A movable wooden walkway linked the gatehouse to the flat stone bridge that connected the Chateau Comtal to the streets of Carcassonne. The grass in the dry moat way beneath the bridge was glistening with dew in the shimmering purple light. There was still a moon, although it was fading against the gathering dawn.
Alai’s walked quickly, her cloak leaving swirling patterns in the dust, wanting to avoid questions from the guards on duty on the far side. She was lucky. They were slumbering at their posts and did not see her pass. She hurried over the open ground and ducked into a network of narrow alleyways, heading for a postern by the Tour du Moulin dAvar, the oldest part of the walls. The gate gave straight onto the vegetable gardens and
the pastures that occupied the land surrounding the Cite and the northern suburb of Sant-Vicens. At this time of day, it was the quickest way down to the river without being seen.
Holding up her skirts, Alai’s picked her way carefully through the evidence of another riotous night in the
taberna Sant Joan dels Evangelis.
Bruised apples, half-eaten pears, gnawed meat bones and shattered ale pots lay discarded in the dirt. A little farther along, a beggar was huddled asleep in a doorway, his arm resting along the back of a huge, bedraggled old dog. Three men were slumped against the well, grunting and snoring loud enough to drown out the birds.
The sentry on duty at the postern was miserable, coughing and spluttering and wrapped up in his cloak so that only the tip of his nose and his eyebrows were visible. He didn’t want to be disturbed. At first he refused to acknowledge her presence. Alai’s dug into her purse and produced a coin. Without even looking at her, he snatched it with a filthy hand, tested it between his teeth, then shot the bolts and opened the postern gate a crack to let her slide through.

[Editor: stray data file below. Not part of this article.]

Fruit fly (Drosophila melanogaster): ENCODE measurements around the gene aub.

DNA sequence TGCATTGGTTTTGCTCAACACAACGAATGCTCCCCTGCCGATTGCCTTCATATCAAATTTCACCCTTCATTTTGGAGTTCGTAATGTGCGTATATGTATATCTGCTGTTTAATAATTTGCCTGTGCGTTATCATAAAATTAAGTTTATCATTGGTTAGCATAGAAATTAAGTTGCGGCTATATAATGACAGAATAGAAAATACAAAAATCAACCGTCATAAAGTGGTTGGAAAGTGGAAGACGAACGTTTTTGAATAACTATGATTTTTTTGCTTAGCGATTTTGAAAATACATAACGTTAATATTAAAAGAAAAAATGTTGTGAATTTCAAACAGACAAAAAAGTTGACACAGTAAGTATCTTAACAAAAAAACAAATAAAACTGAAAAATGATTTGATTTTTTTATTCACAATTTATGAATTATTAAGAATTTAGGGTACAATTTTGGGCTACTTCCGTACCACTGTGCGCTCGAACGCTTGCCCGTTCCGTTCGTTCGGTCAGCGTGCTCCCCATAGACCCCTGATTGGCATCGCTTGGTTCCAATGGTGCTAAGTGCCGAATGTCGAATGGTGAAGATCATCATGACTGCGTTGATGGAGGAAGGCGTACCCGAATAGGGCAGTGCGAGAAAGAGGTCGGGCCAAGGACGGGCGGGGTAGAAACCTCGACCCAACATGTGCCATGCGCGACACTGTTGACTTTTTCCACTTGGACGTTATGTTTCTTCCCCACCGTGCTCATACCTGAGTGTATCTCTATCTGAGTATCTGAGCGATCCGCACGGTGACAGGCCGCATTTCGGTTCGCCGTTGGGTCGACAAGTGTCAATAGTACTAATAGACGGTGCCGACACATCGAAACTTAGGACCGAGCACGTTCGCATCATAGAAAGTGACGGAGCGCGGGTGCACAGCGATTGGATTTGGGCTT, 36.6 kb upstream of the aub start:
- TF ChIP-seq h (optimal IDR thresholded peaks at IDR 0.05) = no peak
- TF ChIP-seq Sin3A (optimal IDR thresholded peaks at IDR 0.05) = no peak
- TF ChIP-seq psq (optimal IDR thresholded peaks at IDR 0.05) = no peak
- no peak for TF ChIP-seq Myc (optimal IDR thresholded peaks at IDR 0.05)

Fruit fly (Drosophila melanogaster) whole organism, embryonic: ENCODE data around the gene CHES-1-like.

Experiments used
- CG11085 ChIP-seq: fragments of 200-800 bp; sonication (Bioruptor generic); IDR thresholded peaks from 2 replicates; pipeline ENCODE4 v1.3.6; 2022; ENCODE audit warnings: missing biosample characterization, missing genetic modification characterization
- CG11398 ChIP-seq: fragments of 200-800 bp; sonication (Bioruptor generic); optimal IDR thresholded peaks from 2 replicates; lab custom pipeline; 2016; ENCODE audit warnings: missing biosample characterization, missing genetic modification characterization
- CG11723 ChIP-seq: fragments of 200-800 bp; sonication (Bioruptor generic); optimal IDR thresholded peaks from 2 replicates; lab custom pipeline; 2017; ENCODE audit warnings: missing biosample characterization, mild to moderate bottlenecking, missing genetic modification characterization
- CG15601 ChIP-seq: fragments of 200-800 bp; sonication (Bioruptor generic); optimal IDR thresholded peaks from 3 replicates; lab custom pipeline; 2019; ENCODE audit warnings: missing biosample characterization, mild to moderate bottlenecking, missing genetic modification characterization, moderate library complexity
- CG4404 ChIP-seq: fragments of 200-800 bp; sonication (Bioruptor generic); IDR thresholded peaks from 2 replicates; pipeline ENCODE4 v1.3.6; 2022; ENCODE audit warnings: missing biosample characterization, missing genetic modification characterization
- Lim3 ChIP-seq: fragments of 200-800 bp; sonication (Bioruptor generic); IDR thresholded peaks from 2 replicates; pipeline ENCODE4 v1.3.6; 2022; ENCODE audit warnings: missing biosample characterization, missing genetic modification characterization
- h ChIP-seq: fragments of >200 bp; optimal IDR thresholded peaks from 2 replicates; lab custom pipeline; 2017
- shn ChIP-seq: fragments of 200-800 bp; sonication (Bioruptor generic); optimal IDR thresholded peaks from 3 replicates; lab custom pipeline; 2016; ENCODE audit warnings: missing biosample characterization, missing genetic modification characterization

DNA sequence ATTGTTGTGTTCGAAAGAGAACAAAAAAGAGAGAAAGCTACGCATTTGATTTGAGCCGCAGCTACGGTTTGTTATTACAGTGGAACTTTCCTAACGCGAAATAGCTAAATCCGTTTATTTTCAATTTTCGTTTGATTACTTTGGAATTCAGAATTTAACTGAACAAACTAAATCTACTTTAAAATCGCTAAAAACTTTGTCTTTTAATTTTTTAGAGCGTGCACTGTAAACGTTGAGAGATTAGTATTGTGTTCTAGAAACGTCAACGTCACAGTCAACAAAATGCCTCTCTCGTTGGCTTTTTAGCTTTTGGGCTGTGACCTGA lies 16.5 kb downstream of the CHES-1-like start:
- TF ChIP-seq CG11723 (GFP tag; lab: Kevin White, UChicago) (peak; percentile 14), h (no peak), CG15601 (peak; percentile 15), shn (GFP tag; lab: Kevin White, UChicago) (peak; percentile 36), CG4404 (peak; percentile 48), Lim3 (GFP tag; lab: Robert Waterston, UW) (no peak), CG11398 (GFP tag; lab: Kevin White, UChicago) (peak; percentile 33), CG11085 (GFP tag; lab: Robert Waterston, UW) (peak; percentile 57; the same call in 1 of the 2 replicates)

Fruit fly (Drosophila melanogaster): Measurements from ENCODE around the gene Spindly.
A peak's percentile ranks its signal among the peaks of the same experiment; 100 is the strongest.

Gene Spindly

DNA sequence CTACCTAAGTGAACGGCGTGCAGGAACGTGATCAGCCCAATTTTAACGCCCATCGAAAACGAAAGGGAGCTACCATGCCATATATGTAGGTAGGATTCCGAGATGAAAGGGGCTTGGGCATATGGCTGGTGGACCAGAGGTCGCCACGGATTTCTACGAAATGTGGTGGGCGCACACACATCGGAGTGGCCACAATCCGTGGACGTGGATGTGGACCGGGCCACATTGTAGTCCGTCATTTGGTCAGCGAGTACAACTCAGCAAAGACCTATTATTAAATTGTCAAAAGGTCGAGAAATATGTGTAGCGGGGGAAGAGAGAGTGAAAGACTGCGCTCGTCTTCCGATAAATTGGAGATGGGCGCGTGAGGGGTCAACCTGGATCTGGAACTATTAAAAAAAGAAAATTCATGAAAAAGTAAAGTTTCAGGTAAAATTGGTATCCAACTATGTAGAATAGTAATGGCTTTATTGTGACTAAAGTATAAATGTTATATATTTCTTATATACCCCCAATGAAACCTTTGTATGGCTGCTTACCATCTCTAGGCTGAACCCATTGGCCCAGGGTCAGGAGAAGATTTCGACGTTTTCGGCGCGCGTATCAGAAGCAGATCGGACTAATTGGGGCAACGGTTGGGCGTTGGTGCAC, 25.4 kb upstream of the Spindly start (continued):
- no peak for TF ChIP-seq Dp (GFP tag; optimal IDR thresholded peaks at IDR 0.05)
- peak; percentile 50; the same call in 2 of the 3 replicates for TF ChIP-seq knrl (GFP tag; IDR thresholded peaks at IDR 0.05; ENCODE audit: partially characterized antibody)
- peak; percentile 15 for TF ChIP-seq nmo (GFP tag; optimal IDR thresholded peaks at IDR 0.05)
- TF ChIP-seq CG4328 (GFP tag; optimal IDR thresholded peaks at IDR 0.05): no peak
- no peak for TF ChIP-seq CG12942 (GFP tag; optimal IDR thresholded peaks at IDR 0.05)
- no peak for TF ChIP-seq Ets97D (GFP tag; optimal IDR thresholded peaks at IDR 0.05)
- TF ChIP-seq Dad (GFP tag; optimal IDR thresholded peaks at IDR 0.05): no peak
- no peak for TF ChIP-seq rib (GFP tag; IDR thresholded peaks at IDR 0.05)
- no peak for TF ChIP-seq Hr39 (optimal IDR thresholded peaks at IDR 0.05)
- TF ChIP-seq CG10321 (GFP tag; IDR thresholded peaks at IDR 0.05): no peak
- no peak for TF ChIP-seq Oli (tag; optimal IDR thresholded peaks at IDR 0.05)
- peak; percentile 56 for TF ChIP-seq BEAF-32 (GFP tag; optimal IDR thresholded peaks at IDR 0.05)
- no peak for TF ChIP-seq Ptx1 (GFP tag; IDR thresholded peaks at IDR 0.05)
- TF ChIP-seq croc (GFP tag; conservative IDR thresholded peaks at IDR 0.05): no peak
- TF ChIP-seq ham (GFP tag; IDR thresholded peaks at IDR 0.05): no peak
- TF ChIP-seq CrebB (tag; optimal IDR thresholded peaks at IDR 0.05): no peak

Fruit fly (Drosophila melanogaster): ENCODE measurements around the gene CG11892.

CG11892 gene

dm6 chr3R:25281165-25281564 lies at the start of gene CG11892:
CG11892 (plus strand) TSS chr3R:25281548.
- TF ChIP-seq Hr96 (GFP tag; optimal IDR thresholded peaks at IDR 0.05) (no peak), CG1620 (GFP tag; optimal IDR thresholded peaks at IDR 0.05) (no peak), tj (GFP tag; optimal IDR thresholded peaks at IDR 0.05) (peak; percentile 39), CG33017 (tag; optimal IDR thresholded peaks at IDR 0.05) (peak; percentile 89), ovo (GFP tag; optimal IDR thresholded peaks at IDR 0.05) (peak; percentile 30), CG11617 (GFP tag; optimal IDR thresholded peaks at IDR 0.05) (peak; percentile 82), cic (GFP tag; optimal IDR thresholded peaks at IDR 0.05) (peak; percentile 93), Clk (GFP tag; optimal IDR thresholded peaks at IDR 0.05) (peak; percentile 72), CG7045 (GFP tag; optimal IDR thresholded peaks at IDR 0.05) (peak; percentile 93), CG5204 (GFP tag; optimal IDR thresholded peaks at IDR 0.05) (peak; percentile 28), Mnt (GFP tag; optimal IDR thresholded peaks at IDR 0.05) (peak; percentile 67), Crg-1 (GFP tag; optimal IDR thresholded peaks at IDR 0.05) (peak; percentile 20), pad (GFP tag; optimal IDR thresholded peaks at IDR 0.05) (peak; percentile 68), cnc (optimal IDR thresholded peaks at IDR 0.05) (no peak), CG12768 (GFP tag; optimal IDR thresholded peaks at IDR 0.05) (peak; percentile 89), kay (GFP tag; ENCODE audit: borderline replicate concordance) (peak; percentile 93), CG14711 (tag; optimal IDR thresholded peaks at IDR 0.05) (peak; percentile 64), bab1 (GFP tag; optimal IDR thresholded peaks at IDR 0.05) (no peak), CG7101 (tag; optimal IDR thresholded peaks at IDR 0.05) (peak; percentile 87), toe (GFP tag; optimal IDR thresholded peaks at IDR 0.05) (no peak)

The path down to the barbican was steep and rocky. It ran between the two high, protective wooden palisade walls and it was hard to see anything. But Alai’s had taken this route out of the Cite many times, knew every dip and rise of the land, and she climbed down without difficulty. She skirted the foot of the squat, round wooden tower, following the path of the fast-flowing water where it sped, like a mill race, through the barbican.
The brambles scratched sharp at her legs and the thorns snagged her dress. By the time she reached the bottom, the hem of her cloak was a deep crimson and soaking wet from skimming the grass. The tips of her leather slippers were stained dark.
Alai’s felt her spirits soar the moment she stepped out of the shadow of the palisade into the wide, open world. In the distance, a white July mist was hovering above the Montagne Noire. The breaking sky on the horizon was slashed through with pink and purple.
As she stood looking out over the perfect patchwork of fields of barley, corn and wheat and the woodlands that stretched farther than her eye could see, Alai’s felt the presence of the past all around her, embracing her. Spirits, friends and ghosts who held out their hands and whispered of their lives, and shared their secrets with her. They connected her to all those who had stood on this hill before—and all who were yet to stand here— dreaming of what life might hold.
Alai’s had never traveled beyond Viscount Trencavel’s lands. She found it hard to picture the gray cities of the north, Paris, Amiens or Chartres, where her mother had been born. They were just names, words with no color or warmth, as harsh as the language, the
they spoke there. But even though she had little to compare it with, she could not believe that anywhere else was as beautiful as the enduring, timeless landscape of Carcassonne.
Alai’s set off down the hill, weaving her way through the scrub and the coarse bushes until she reached the flat marshlands on the southern banks of the river Aude. Her sodden skirts kept twisting themselves around the backs of her legs and she stumbled from time to time. She felt uneasy, she realized, watchful, and was walking faster than usual. It wasn’t that Jacques or Berenger had alarmed her, she told herself. They were always anxious on her behalf. But today she felt isolated and vulnerable.
Her hand moved to the dagger at her waist as she remembered the story of the merchant who claimed to have seen a wolf on the opposite bank, just last week. Everybody thought he was exaggerating. At this time of year, it was probably just a fox or a wild dog. But now that she was out here on her own, the tale seemed more believable. The cold hilt was reassuring.
For a moment, Alais was tempted to turn back.
Do not be so cowardly.
She carried on. Once or twice she turned, startled, by noises nearby that turned out to be no more than the flapping of a bird’s wing or the slither and splash of a yellow river eel in the shallows.